Stellenbosch University is taking the most progressive approach with COVID-19
After analysing decisions and measures taken by respective institutions, Stellenbosch University (SU) does appear to be the most progressive with the approach it has taken for its students and staff.
With the Corona Virus now settling into South African society and causing mass hysteria as the number of positive patients increases exponentially, government and its institutions have been taking crucial measures to tackle the spread of the virus in order to protect people from infection. Tertiary institutions have been part of this process and are all currently on “an early recess” as described by Blade Nzimande, Minister of Higher Education.
It is no secret that I have been a critic of Stellenbosch University’s past decisions, culture and structures. However, it is important to give credit where it is due. After analysing decisions and measures taken by respective institutions, Stellenbosch University (SU) does appear to be the most progressive with the approach it has taken for its students and staff.
Despite SU informing its body 12 hours later than other institutions, such as UCT, UJ and Wits, about the measures it will be taken, there have been logical, well-thought out decisions made by SU’s rectorate and its subsequent structures. On the 16th March 2020, Professor Wim de Villiers, the Vice Chancellor of SU, announced that SU would follow the steps and advice given by President Ramaphosa.
It is true that some previous decisions made by the institution faced large criticism from its alumni and graduands. Initially, the institution wanted to cancel the March/April graduation period completely, but after engaging with the SU Student Representative Council (SRC), the rectorate decided to postpone the graduation to November instead.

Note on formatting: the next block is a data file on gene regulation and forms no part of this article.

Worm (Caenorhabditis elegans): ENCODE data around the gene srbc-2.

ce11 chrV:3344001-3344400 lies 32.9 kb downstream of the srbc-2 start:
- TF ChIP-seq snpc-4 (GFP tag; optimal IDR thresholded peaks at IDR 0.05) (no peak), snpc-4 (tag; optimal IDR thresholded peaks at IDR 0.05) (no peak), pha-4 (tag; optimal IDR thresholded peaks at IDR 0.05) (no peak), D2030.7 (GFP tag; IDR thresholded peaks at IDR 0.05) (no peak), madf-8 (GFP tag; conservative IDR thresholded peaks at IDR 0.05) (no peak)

The institution suspended all contact classes until further notice. However, SU will be launching online classes from the 30th March where students are expected to continue their syllabi. This has been critiqued because not all students have technological devices or access to WiFi. In response to this, the SRC and Centre for Student Communities have been working on plans to counter this challenge by the time online classes begin.
It was regrettable that SU’s Tygerberg Campus, which hosts the Medicine and Health Sciences Faculty, was given “its own prerogative” to determine classes. Thankfully, the Vice Chancellors met with Minister Nzimande and a decision was taken to suspend all contact classes and to start an early recess for all universities and colleges.
There have been a number of developments when it comes to residences and living spaces at institutions. Universities such as Wits and UCT have been strongly criticised for their move to “evict all students within 72 hours” of their respective announcements. SU took a different approach. It has notably encouraged its students to vacate their accommodation and go home to family and friends.
However, it has not forced students to leave. SU has recognised that there are both international and domestic students who cannot simply leave whenever asked to, due to financial and complicated reasons. Thus, they have noted the diversity of its students and want to ensure that all students remain safe and secure given the circumstances.
With that being said, it has taken a strict, radical approach for students who remain in residential spaces in Stellenbosch. Staff from the Centre of Student Communities have alluded to the fact that there have already been arrangements put in place in the event that the national government calls for a national shutdown due to the virus.
For international students at SU who want to leave, the university’s international office is providing support and assistance with allowances, visas and applications. In the event that there is a shut down, students who are still on campus will not be allowed to leave nor will students who have left be allowed to return.
There are predictions that the corona virus (COVID-19) will continue to be a problem in South Africa for a number of months before “life returns normal”. It may potentially result in long-lasting effects for our society and economy, as a whole, and universities are not excluded from this. Universities’ ongoing success thus depends on their flexibility and ability to adapt to crises. Failure in doing this, will result in unforeseen chaos.